A recent campaign distributing Snake keylogger involves malicious PDF files that target users with malware via phishing emails. Users need to remain careful when opening unsolicited emails with attachments.

Snake Keylogger Malware Spreading Via PDF File

According to a recent post from HP Threat Research, threat actors have started a new email phishing campaign deploying Snake malware. This campaign uses malicious PDF files to target users with Snake keylogger, where they distribute the malicious PDFs.

As explained, the recent campaign caught HP researchers’ attention owing to its use of PDF document format. According to HP, using PDFs is relatively uncommon in such malware attacks. Instead, the attackers prefer to exploit Microsoft Office document formats like Word or Excel to trick users.

But perhaps, this uniqueness of document abuse could prove more effective for preying on users.

Briefly, the attack begins when the potential victim opens the incoming phishing email that includes a PDF attachment “REMMITANCE INVOICE.pdf”. Clicking on this file asks the user to open a Word document that embeds malware. Opening this .docx file triggers Word to download a .rtf file from a web server. The subsequent processes execute without the user knowing, ultimately running the malware.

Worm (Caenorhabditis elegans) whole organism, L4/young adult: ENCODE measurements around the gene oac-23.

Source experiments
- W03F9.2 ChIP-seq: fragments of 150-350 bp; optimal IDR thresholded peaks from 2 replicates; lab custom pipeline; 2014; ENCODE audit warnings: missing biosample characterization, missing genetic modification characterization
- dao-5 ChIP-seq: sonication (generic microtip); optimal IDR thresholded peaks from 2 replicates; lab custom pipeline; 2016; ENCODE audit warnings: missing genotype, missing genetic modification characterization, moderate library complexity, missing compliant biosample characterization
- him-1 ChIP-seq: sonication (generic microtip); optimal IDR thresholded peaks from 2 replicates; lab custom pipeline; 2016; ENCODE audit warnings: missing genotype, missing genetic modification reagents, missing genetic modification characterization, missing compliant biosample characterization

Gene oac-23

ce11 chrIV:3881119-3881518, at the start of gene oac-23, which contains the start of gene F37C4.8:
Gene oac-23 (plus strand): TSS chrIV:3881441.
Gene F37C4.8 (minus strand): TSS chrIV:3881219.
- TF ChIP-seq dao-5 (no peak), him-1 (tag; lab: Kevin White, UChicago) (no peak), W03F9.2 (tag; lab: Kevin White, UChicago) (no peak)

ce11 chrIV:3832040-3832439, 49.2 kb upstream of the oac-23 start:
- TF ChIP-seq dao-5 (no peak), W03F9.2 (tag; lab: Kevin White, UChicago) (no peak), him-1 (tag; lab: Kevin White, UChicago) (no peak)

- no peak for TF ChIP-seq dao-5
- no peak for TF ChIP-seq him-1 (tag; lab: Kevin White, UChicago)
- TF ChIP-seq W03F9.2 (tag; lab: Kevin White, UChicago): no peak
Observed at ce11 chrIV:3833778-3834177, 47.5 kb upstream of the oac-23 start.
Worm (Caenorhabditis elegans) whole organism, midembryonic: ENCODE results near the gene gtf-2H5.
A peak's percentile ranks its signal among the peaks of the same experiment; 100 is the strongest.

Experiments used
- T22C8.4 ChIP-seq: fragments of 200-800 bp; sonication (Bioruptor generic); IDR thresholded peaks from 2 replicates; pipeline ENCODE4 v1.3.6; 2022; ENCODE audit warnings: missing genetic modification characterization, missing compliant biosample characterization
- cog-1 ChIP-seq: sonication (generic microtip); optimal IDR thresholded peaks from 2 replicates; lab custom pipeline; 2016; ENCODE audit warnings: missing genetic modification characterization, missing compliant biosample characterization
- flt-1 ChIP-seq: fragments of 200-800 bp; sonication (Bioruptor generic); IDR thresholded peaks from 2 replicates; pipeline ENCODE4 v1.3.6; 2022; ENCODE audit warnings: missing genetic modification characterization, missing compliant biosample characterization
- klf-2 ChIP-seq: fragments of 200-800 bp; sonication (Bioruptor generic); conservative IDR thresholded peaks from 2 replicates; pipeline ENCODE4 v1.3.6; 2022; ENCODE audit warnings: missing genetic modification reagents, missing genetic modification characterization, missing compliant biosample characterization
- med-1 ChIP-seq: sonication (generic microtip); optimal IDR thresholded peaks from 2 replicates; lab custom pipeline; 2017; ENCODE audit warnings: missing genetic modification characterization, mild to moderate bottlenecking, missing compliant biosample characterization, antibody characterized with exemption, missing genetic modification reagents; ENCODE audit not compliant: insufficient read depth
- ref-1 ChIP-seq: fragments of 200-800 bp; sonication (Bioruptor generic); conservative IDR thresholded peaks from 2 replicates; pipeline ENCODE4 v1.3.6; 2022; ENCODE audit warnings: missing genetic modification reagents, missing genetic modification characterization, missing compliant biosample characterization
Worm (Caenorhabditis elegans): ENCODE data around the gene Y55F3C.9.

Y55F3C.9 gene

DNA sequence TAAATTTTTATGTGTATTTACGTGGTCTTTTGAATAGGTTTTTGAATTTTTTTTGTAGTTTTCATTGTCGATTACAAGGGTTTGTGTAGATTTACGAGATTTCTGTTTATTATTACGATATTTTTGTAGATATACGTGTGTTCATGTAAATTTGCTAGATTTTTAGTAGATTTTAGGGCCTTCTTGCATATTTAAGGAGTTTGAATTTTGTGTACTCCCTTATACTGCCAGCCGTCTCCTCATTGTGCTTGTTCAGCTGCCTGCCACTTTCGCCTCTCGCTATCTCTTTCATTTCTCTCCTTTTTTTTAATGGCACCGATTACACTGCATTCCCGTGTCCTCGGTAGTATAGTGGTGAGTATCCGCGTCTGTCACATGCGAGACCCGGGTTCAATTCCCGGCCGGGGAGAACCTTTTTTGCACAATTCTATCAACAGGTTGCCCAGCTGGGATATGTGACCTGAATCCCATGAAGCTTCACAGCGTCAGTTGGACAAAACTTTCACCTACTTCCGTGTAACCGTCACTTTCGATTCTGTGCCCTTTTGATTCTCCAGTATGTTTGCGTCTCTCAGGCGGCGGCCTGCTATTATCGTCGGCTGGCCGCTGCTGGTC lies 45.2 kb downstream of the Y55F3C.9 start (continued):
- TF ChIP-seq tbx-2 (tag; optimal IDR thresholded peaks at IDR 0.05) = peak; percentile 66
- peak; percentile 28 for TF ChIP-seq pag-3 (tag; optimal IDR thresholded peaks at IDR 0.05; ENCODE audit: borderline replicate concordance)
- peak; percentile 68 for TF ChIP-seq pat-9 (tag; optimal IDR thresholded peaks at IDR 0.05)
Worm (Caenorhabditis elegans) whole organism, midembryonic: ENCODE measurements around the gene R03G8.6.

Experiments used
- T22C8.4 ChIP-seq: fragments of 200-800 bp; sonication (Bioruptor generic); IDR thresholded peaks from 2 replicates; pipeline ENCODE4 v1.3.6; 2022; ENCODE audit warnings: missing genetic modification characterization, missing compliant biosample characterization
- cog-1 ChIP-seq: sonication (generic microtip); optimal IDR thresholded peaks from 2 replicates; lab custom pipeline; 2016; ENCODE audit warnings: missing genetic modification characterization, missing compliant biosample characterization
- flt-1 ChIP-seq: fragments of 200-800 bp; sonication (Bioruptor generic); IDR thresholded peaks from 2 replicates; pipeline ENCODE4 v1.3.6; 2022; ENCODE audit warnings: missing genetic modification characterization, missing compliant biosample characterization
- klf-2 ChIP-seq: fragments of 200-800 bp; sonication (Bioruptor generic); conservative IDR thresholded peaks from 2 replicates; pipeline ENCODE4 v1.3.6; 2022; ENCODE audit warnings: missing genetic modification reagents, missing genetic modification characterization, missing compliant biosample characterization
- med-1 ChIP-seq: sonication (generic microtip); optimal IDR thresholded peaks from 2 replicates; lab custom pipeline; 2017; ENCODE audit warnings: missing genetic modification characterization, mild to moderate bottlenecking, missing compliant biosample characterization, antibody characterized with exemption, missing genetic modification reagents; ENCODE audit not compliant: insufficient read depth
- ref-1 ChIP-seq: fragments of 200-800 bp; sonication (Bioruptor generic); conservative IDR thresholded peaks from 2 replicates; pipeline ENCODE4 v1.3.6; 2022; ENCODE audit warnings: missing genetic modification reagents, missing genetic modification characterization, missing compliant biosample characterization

Evasive Techniques Applied In The Campaign

HP elaborated that the campaign employs several evasive techniques to stay under the radar, such as shellcode encryption, loading remote-hosted exploits, and embedding malicious files. In addition, the attackers also attempt to exploit an average user’s naiveness regarding software prompts by deceptively naming the malicious Word document. In the campaign analyzed, the attackers named the malicious file “has been verified. However PDF, Jpeg, xlsx, .docx” so that when a potential victim would open the document upon receiving the phishing email, the Adobe Reader prompt would read as,

The file ‘has been verified. However PDF, Jpeg, xlsx, .docs’ may contain programs, macros, or viruses that could potentially harm your computer.

At this point, the victim may open the file considering it safe after reading the “has been verified” in a rush, without noticing the quotation marks for the file name.

While the campaign bears tremendous malicious potential due to its deceptive techniques, it isn’t difficult for the users to steer clear of it. The most important thing to avoid such attacks is never to open attachments in unsolicited emails. Besides, protecting devices with up-to-date anti-malware apps can also help block known malware attacks before infection.